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6 years ago  ::  Jul 29, 2008 - 1:20PM #1
chris_lg
Posts: 358
This discussion came up on the church shooting thread and I thought it warrented some further conversation on its own thread. I know many, if not most UU's identify as secular humanist/agnostic/atheist, but many, including myself, do not. I consider myself a progressive Christian, and a heretic at that. Others are liberal Jews, Wiccans, followers of Eastern religions, and various other varieties of believers. We are a diverse community. UU churches often attract mixed tradition couples who find a place where both partners can worship comfortably.

I dearly love the UU's intellectual approach to religion. I have a questioning mind and, as a young person, thrived on the freedom to explore it. I also love the "faith in action" aspect. I truly believe religion is worthless unless it is lived out by making the world better. Now that I'm older, I find some things missing.  What I miss is the mystical. I do believe in the Great Mystery, whether it be a living Being, or metaphor. (I think there IS an intelligence in the Universe greater than ours, but I know not all agree with me. I will concede that such a mind is not likely to much resemble ours, and we certianly don't know it's thoughts and feelings.) I don't have much opportunity in a UU church to share my feeling of awe and communion with that aspect of spirituality. If others DO share it, they don't much say so. People just aren't comfortable being spiritual in a UU church. We're just too RATIONAL for that. I'm a lifetime UU. I won't change my stripes. I'll just have to fill them in a bit on my own. I guess a lot of us have to do that.
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6 years ago  ::  Jul 29, 2008 - 2:15PM #2
new_earth
Posts: 97
I was a member for about 6 months and came to the conclusion that at least at this point in my life, I don't feel comfortable in the UU church anymore. It's not that I don't feel comfortable with the people there, but I just don't see the point in staying somewhere that doesn't talk about or practice my individual beliefs when I can do it somewhere that does.

Maybe it's because I've grown backwards as opposed to most other UU's. My family wasn't religious at all yet they weren't necessarily atheist. They were a BIT mystical and all were very much into Science Fiction/futuristic ideas. It kind of left me on my own to figure out what I believed. So I've never been rebelling against any religious background, I've been searching for my own. It's not that I didn't 'know' what I believed, I always knew but always thought I was alone. I never thought I would find it, honestly. The only place I found it was in what most people consider "new age". I would still say I relate to it entirely, minus the channeling, tarot, astrology, etc. I was never into that. But it was always the beliefs, the spirituality, the combination of all world religions, a metaphysical belief in God. Up until a few months ago I never heard of New Thought or Religious Science, which apparently is what I was looking for all these years and didn't know it.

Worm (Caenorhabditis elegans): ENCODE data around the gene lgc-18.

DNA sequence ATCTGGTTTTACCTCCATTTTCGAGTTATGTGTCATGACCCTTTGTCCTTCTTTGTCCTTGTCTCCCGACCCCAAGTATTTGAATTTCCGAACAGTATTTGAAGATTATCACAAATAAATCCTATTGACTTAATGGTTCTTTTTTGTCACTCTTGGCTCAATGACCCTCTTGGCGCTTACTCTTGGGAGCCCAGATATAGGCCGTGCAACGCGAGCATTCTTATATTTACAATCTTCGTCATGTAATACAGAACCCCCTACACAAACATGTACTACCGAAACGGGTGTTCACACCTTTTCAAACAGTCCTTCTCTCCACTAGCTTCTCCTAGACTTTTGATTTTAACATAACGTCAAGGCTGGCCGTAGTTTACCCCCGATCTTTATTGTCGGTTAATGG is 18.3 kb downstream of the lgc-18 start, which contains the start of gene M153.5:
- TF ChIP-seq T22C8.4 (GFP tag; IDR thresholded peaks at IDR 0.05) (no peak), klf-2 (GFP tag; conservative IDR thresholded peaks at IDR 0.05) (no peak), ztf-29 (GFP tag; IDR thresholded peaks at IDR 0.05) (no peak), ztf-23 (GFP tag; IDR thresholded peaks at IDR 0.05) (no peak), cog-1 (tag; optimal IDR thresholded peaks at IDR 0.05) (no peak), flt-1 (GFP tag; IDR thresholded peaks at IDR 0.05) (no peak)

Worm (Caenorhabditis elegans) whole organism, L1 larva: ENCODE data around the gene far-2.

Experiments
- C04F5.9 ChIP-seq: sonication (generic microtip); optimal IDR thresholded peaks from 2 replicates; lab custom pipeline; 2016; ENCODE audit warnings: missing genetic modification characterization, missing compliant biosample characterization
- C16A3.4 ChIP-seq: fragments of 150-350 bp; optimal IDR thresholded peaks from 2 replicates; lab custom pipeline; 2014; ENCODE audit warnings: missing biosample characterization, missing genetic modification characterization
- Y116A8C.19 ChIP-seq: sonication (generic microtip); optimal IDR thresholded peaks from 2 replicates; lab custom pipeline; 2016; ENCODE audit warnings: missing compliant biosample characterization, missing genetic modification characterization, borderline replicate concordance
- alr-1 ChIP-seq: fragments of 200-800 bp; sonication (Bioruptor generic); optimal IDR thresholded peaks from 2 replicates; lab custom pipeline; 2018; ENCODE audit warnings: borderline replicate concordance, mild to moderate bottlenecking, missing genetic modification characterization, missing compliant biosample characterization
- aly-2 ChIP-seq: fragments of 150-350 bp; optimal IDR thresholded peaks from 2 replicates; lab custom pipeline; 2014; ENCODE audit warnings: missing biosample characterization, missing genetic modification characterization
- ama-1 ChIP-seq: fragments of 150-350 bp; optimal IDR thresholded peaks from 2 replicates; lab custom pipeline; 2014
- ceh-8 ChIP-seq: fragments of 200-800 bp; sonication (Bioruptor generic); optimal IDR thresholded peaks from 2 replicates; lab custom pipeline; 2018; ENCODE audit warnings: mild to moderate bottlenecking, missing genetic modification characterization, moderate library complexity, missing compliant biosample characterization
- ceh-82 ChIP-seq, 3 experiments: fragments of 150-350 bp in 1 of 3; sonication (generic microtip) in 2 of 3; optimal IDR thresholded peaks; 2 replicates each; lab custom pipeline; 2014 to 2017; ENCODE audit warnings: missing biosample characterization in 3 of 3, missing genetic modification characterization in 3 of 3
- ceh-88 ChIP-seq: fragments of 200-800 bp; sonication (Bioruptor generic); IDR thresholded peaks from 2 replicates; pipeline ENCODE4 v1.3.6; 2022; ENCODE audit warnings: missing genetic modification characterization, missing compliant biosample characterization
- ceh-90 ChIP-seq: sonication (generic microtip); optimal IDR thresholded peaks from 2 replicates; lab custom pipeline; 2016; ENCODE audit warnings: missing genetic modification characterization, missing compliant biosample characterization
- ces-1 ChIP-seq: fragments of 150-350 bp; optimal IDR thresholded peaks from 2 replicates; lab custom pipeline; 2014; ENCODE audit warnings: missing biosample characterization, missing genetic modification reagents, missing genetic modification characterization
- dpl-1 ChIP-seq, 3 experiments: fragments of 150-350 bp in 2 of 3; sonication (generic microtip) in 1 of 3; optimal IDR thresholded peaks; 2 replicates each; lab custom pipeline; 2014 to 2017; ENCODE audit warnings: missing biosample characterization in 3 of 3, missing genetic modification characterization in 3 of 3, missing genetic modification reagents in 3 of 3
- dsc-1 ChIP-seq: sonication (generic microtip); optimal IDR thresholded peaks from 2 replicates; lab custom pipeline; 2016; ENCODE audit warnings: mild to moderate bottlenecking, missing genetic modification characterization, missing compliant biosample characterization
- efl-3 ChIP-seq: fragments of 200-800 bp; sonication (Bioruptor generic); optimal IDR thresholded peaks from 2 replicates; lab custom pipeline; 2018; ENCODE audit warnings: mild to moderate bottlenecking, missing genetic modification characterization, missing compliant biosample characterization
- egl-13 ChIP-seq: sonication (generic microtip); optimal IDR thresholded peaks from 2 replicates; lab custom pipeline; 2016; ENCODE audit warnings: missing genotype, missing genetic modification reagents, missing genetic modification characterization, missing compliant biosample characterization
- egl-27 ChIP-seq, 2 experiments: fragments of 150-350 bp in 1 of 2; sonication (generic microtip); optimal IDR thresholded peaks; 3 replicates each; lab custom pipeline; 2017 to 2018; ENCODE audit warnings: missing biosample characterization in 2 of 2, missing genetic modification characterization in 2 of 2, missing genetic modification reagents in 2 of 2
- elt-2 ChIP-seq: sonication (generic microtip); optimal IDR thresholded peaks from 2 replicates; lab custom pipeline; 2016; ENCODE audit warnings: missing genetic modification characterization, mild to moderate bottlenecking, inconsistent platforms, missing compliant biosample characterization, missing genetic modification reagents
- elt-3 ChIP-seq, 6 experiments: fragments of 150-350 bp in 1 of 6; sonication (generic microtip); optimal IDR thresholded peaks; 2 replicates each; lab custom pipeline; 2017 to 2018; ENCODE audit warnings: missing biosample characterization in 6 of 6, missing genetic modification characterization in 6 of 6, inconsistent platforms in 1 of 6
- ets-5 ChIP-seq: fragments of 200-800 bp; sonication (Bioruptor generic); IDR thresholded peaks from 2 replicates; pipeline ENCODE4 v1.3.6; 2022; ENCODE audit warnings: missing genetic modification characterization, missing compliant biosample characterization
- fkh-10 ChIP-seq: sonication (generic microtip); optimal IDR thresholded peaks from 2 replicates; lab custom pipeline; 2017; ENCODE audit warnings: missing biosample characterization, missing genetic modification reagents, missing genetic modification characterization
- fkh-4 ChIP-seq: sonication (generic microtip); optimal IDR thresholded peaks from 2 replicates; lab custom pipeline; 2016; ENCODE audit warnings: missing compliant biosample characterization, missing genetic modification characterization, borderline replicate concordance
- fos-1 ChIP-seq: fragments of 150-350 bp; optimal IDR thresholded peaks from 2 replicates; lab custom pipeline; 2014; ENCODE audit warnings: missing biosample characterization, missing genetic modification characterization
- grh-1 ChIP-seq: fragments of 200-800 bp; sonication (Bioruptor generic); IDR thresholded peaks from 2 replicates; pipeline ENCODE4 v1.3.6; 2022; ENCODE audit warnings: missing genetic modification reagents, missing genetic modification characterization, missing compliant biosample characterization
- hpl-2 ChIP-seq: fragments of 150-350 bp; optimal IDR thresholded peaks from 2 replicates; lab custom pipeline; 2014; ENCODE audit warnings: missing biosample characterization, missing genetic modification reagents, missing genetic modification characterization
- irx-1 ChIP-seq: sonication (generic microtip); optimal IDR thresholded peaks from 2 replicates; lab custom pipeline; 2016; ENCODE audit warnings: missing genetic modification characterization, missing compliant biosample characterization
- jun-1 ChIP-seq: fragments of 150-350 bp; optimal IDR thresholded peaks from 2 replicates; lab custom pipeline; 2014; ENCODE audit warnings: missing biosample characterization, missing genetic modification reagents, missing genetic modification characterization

Before that though, is when I found UU. On the surface it really seemed right. The respect for all world religions, social justice, liberal outlook. But the spirituality is not there. The mysticism was not there. The enlightenment aspect was not there. There was no mention of God whatsoever, except in a few random hymns that were sung. I started to realize that it was missing a lot of things for me, that on the surface, if you were reading the UUA website, you would have thought you'd find. I was very let down and I'm actually pretty sad about it, considering I started to get involved. Now I have almost no interest, and the little bit that I do have is complaining about it on Beliefnet LOL.

Seriously though, I just don't understand why our congregation (or UU'ism itself) can't just come to the conclusion that the science they believe in is just the other side of explaining existence - the other side being the mystical or religious. I thought it was already known and practiced in UU that God wasn't necessarily a 'being' but like you said, The Great Mystery, whatever it is, whatever it is anyone wants to call it, however anyone wants to explain it, but summed up into the word God, in a metaphysical sense.

But instead everywhere you might see or hear god in our UU services would be replaced with 'life'. To me life feels more like only the physical, whereas God or Spirit feels more like the metaphysical, which to me is much more important, since the physical comes from the metaphysical.